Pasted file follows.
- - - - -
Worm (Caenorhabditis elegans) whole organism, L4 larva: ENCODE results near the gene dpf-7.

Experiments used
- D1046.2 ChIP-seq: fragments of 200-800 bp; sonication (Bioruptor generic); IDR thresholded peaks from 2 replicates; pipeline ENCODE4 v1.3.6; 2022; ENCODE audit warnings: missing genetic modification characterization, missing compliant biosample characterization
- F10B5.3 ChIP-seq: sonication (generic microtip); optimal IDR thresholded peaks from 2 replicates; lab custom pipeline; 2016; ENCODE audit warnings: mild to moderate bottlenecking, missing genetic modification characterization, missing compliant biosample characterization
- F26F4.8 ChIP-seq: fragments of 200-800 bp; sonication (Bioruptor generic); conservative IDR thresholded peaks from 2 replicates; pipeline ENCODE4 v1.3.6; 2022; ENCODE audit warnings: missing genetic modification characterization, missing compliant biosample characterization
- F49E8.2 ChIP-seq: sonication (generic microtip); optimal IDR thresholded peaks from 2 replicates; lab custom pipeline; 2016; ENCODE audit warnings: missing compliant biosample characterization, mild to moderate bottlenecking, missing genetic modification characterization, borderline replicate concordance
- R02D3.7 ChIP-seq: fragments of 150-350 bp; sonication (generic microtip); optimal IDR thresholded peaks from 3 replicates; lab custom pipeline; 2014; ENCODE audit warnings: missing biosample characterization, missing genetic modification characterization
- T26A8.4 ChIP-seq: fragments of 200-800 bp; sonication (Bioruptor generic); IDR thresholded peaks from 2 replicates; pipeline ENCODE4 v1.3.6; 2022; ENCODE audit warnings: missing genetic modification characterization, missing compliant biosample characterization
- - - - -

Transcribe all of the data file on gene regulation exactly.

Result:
Worm (Caenorhabditis elegans) whole organism, L4 larva: ENCODE results near the gene dpf-7.

Experiments used
- D1046.2 ChIP-seq: fragments of 200-800 bp; sonication (Bioruptor generic); IDR thresholded peaks from 2 replicates; pipeline ENCODE4 v1.3.6; 2022; ENCODE audit warnings: missing genetic modification characterization, missing compliant biosample characterization
- F10B5.3 ChIP-seq: sonication (generic microtip); optimal IDR thresholded peaks from 2 replicates; lab custom pipeline; 2016; ENCODE audit warnings: mild to moderate bottlenecking, missing genetic modification characterization, missing compliant biosample characterization
- F26F4.8 ChIP-seq: fragments of 200-800 bp; sonication (Bioruptor generic); conservative IDR thresholded peaks from 2 replicates; pipeline ENCODE4 v1.3.6; 2022; ENCODE audit warnings: missing genetic modification characterization, missing compliant biosample characterization
- F49E8.2 ChIP-seq: sonication (generic microtip); optimal IDR thresholded peaks from 2 replicates; lab custom pipeline; 2016; ENCODE audit warnings: missing compliant biosample characterization, mild to moderate bottlenecking, missing genetic modification characterization, borderline replicate concordance
- R02D3.7 ChIP-seq: fragments of 150-350 bp; sonication (generic microtip); optimal IDR thresholded peaks from 3 replicates; lab custom pipeline; 2014; ENCODE audit warnings: missing biosample characterization, missing genetic modification characterization
- T26A8.4 ChIP-seq: fragments of 200-800 bp; sonication (Bioruptor generic); IDR thresholded peaks from 2 replicates; pipeline ENCODE4 v1.3.6; 2022; ENCODE audit warnings: missing genetic modification characterization, missing compliant biosample characterization